As the fourth owners of the property, the Shaws have worked to preserve Howard’s desires—and the talent of those who originally worked on the property. In the decades since Howard first began work on his “dream house,” the buildings and landscaping had become rundown and were in need of restoration.
“What really got me,” Karen says, “is the craftsmanship. We’ve tried to bring it back to life without losing the integrity of the original dreams.”
To help, the Shaws turned to Cynthia Shreve, an interior designer with Goedecke Flooring and Design Center in Bedford. “The main house is a classic ’80s house with its recessed lighting and wood panels integrated into the ceiling, and its step-down kitchen,” Shreve says. “It was dated because you wouldn’t see these features now, but at the time it was actually very new and clever. So we wanted to keep the feeling but update it a little. The goal wasn’t to mimic the ’80s décor but to keep the architecture very clear. We wanted it to be elegant and warm, but not over the top.”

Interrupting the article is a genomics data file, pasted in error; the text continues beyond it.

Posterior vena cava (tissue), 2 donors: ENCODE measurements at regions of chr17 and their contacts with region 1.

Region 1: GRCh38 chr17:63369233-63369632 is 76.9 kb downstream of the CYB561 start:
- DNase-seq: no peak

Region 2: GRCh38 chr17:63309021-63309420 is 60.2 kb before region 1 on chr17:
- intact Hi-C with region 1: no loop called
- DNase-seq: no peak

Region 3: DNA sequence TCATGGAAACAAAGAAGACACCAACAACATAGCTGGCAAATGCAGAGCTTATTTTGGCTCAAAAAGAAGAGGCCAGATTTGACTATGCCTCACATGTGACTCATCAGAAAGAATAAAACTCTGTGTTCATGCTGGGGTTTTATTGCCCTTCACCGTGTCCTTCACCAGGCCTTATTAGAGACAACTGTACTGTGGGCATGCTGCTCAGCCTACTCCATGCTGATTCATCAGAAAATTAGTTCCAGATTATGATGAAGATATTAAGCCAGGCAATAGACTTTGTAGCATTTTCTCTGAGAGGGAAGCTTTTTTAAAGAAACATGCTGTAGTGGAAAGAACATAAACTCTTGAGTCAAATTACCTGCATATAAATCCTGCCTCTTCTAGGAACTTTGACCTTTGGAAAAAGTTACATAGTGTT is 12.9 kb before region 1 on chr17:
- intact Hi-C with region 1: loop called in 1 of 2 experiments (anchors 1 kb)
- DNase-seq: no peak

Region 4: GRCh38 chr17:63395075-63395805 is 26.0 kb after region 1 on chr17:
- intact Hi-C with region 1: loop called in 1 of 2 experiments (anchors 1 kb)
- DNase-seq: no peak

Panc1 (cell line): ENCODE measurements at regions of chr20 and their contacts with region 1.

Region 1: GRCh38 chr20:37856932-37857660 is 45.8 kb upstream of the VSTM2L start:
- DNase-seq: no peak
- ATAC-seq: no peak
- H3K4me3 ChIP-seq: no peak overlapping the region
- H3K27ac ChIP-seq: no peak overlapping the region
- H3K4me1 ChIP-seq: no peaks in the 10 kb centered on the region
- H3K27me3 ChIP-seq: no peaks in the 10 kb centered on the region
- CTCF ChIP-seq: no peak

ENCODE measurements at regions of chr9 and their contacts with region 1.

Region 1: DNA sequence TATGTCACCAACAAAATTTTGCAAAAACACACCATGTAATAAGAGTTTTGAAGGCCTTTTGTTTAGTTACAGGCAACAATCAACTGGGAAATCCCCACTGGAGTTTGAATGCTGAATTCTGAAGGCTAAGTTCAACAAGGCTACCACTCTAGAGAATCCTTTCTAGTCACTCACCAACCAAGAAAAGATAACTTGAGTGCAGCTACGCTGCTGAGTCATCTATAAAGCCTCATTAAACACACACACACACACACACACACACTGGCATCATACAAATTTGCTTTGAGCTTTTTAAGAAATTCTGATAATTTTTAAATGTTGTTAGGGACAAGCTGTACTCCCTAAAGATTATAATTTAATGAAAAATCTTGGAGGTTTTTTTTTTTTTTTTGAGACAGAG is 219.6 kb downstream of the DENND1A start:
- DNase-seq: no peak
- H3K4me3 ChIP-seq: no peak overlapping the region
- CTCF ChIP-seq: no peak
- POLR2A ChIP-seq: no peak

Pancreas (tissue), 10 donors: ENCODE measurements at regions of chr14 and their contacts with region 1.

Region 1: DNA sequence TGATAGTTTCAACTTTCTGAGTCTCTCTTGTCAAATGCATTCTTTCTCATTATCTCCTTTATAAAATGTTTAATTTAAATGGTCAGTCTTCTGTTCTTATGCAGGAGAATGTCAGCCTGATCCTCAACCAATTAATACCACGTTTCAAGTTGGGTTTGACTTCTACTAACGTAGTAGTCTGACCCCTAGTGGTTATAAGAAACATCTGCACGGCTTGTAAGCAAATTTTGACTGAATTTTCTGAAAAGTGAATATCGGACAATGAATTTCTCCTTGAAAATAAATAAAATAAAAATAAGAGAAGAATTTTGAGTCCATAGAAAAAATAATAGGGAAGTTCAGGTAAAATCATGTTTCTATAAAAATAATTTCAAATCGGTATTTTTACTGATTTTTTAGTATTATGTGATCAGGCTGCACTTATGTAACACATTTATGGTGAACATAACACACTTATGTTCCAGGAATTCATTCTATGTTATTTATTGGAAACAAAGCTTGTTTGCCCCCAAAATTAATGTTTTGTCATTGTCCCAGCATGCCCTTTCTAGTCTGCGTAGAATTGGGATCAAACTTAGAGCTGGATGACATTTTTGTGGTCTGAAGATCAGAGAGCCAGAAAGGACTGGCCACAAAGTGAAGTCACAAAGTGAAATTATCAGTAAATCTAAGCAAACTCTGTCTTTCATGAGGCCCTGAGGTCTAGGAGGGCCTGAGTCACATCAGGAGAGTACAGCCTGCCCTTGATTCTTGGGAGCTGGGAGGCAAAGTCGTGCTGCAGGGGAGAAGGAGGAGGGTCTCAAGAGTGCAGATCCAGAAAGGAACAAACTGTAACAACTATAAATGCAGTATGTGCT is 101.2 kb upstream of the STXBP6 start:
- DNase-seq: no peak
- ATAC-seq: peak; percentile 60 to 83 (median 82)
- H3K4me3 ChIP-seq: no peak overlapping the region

But basics had to come first. When the Shaws closed on the property, it needed cleaning and an overhaul of the mechanical systems. Not to mention, the restoration of all the woodwork in the main house that originally caught Karen’s eye. “All that beautiful wood,” Shreve says, “it all had to be sanded down and refinished. It took about a year to complete.”
From there, Shreve and the Shaws worked on surface updates throughout: all the walls were painted with new colors, new carpet was laid, wood doors were changed to glass to let more light in, and Shreve designed a stone tile for the solarium floor. “You see so much of the outdoors, I wanted to incorporate it inside,” Shreve says. (Goedecke’s was responsible for supplying and installing all the draperies; new flooring, including carpeting, tile and stone; as well as the glass and tile backsplashes in both the main and guest houses.)
In the kitchen, Karen and Randy agreed to keep the custom light fixture and the unique corner fireplace, but changed and expanded the cabinetry as well as installed new countertops and modern appliances.
That’s when Shreve turned to Denis Lamy, of Innovative Woodworking in Manchester, a custom shop that produces kitchen and other cabinetry, millwork and wine cellars. “The quality of the existing kitchen cabinets was not in keeping with the craftsmanship of the rest of the house,” Lamy says. “So Cynthia and I collaborated to create new cabinets that looked like they could have been there from the beginning.”